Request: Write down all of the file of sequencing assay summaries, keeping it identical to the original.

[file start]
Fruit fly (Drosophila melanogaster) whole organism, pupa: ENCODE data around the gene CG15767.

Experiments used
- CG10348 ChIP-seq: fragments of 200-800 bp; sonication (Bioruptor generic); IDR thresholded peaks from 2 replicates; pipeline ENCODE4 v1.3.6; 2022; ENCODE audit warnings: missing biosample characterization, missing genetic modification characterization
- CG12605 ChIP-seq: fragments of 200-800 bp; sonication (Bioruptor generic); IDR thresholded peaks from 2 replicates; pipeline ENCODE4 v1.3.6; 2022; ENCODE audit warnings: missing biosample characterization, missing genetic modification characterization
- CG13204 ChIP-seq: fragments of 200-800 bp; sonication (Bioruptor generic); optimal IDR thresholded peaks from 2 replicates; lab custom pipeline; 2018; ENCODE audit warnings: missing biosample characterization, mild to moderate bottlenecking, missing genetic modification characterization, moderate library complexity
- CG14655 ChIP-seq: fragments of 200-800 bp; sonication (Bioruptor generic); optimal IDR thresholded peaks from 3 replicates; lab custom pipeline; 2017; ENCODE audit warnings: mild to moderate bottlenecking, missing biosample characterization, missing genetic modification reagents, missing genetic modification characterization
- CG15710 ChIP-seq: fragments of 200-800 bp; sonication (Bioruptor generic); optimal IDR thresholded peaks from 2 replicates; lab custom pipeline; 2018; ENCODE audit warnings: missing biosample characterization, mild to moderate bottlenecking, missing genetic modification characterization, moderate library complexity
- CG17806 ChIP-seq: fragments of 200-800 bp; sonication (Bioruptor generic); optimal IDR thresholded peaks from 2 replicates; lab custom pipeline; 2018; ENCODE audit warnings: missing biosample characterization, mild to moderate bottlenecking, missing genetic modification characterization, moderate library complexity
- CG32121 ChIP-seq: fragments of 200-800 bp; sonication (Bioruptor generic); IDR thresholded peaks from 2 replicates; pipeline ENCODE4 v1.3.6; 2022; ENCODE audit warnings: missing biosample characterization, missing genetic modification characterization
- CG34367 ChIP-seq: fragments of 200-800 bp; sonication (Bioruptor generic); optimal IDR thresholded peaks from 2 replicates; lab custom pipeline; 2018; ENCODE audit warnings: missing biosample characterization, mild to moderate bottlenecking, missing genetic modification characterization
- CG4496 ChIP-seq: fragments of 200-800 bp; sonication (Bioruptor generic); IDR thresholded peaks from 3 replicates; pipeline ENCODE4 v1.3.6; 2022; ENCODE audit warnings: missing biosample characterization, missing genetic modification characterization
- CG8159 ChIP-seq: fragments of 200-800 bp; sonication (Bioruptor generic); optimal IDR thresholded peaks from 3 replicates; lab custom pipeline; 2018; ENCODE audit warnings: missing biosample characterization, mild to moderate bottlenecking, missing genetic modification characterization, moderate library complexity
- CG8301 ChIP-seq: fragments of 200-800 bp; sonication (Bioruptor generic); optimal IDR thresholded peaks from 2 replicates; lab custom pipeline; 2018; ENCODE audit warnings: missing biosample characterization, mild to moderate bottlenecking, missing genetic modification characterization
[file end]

Fruit fly (Drosophila melanogaster) whole organism, pupa: ENCODE data around the gene CG15767.

Experiments used
- CG10348 ChIP-seq: fragments of 200-800 bp; sonication (Bioruptor generic); IDR thresholded peaks from 2 replicates; pipeline ENCODE4 v1.3.6; 2022; ENCODE audit warnings: missing biosample characterization, missing genetic modification characterization
- CG12605 ChIP-seq: fragments of 200-800 bp; sonication (Bioruptor generic); IDR thresholded peaks from 2 replicates; pipeline ENCODE4 v1.3.6; 2022; ENCODE audit warnings: missing biosample characterization, missing genetic modification characterization
- CG13204 ChIP-seq: fragments of 200-800 bp; sonication (Bioruptor generic); optimal IDR thresholded peaks from 2 replicates; lab custom pipeline; 2018; ENCODE audit warnings: missing biosample characterization, mild to moderate bottlenecking, missing genetic modification characterization, moderate library complexity
- CG14655 ChIP-seq: fragments of 200-800 bp; sonication (Bioruptor generic); optimal IDR thresholded peaks from 3 replicates; lab custom pipeline; 2017; ENCODE audit warnings: mild to moderate bottlenecking, missing biosample characterization, missing genetic modification reagents, missing genetic modification characterization
- CG15710 ChIP-seq: fragments of 200-800 bp; sonication (Bioruptor generic); optimal IDR thresholded peaks from 2 replicates; lab custom pipeline; 2018; ENCODE audit warnings: missing biosample characterization, mild to moderate bottlenecking, missing genetic modification characterization, moderate library complexity
- CG17806 ChIP-seq: fragments of 200-800 bp; sonication (Bioruptor generic); optimal IDR thresholded peaks from 2 replicates; lab custom pipeline; 2018; ENCODE audit warnings: missing biosample characterization, mild to moderate bottlenecking, missing genetic modification characterization, moderate library complexity
- CG32121 ChIP-seq: fragments of 200-800 bp; sonication (Bioruptor generic); IDR thresholded peaks from 2 replicates; pipeline ENCODE4 v1.3.6; 2022; ENCODE audit warnings: missing biosample characterization, missing genetic modification characterization
- CG34367 ChIP-seq: fragments of 200-800 bp; sonication (Bioruptor generic); optimal IDR thresholded peaks from 2 replicates; lab custom pipeline; 2018; ENCODE audit warnings: missing biosample characterization, mild to moderate bottlenecking, missing genetic modification characterization
- CG4496 ChIP-seq: fragments of 200-800 bp; sonication (Bioruptor generic); IDR thresholded peaks from 3 replicates; pipeline ENCODE4 v1.3.6; 2022; ENCODE audit warnings: missing biosample characterization, missing genetic modification characterization
- CG8159 ChIP-seq: fragments of 200-800 bp; sonication (Bioruptor generic); optimal IDR thresholded peaks from 3 replicates; lab custom pipeline; 2018; ENCODE audit warnings: missing biosample characterization, mild to moderate bottlenecking, missing genetic modification characterization, moderate library complexity
- CG8301 ChIP-seq: fragments of 200-800 bp; sonication (Bioruptor generic); optimal IDR thresholded peaks from 2 replicates; lab custom pipeline; 2018; ENCODE audit warnings: missing biosample characterization, mild to moderate bottlenecking, missing genetic modification characterization